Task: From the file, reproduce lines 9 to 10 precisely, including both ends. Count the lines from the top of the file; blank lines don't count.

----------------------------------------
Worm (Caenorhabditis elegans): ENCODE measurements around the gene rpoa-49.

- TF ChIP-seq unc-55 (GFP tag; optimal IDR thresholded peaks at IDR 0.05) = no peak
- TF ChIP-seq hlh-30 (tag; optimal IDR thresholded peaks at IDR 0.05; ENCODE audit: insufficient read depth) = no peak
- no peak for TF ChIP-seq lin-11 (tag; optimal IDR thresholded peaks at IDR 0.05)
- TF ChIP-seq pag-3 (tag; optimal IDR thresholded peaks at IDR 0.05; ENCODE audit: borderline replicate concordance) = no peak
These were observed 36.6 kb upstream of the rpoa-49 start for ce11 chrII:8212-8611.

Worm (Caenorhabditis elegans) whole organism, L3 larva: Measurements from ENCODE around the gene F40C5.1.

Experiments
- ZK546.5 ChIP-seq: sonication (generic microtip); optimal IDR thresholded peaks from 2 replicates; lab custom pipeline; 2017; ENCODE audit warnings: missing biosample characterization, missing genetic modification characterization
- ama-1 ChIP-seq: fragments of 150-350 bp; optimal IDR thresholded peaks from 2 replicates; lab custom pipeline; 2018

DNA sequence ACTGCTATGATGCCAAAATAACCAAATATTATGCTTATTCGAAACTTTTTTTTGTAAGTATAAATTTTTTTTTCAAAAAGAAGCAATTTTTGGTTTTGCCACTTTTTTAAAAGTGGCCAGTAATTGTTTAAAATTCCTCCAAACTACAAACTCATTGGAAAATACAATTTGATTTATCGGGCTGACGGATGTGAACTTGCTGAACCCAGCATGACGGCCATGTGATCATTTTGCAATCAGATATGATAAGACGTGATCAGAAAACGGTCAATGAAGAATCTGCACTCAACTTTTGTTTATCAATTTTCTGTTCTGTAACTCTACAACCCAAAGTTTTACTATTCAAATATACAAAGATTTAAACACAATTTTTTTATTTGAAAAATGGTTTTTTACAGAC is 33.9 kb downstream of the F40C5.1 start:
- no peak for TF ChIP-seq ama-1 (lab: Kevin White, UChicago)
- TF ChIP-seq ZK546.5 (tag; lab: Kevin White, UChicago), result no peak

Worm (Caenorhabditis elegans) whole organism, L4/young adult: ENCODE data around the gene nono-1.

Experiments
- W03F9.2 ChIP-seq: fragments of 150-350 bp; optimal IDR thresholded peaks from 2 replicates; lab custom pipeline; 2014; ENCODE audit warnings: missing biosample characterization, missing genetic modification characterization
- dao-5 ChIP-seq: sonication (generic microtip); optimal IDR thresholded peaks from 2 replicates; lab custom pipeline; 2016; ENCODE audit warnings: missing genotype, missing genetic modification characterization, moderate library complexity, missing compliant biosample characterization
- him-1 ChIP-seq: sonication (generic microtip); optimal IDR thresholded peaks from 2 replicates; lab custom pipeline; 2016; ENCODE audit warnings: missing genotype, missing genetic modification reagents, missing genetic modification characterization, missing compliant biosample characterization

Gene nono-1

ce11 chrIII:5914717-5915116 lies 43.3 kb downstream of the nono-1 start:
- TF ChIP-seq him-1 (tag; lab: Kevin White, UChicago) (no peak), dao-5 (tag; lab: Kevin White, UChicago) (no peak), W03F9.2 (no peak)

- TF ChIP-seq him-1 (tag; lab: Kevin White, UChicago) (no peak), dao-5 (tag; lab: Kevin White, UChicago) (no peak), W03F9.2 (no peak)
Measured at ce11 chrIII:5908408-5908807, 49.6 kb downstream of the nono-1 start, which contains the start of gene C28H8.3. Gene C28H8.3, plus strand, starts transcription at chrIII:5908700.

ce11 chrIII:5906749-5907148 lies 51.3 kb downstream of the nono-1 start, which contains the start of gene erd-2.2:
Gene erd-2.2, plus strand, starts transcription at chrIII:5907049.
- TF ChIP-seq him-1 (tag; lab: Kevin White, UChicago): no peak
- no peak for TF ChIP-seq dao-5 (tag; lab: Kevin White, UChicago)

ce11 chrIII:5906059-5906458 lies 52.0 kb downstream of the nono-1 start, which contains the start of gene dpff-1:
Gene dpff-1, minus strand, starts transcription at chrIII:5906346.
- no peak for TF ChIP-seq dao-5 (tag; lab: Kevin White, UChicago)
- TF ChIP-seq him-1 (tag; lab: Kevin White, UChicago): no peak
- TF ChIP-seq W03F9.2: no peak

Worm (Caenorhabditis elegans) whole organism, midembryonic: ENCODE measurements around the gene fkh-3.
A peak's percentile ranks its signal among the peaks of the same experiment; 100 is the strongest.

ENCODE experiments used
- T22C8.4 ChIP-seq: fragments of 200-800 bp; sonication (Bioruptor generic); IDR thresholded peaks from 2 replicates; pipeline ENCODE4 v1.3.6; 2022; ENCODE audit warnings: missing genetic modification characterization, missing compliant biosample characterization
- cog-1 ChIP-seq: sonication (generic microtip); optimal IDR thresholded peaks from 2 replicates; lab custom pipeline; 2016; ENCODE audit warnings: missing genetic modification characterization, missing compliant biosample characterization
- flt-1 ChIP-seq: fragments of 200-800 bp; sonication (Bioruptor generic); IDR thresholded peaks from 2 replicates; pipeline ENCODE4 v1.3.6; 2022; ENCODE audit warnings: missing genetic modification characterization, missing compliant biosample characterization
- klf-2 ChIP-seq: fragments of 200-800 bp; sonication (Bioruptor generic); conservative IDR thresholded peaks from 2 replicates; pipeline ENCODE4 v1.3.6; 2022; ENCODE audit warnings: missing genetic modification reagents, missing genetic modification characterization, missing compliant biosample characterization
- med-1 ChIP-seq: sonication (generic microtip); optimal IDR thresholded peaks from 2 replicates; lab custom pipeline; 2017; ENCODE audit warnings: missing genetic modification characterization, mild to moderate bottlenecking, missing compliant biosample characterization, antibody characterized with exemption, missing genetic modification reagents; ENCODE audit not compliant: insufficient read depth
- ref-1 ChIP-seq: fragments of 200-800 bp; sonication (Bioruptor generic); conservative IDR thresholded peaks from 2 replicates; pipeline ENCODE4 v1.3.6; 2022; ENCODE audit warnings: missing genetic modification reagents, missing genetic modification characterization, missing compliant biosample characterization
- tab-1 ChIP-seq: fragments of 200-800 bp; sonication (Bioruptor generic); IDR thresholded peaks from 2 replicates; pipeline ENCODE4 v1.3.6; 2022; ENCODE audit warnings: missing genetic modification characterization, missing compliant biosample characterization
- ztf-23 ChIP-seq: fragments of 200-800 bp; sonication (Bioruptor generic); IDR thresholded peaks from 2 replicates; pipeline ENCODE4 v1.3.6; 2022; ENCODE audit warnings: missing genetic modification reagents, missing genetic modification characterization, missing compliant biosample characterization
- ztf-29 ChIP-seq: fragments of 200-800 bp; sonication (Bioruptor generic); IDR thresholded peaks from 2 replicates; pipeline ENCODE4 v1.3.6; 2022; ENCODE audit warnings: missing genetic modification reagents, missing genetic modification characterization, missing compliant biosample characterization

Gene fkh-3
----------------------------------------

- ZK546.5 ChIP-seq: sonication (generic microtip); optimal IDR thresholded peaks from 2 replicates; lab custom pipeline; 2017; ENCODE audit warnings: missing biosample characterization, missing genetic modification characterization
- ama-1 ChIP-seq: fragments of 150-350 bp; optimal IDR thresholded peaks from 2 replicates; lab custom pipeline; 2018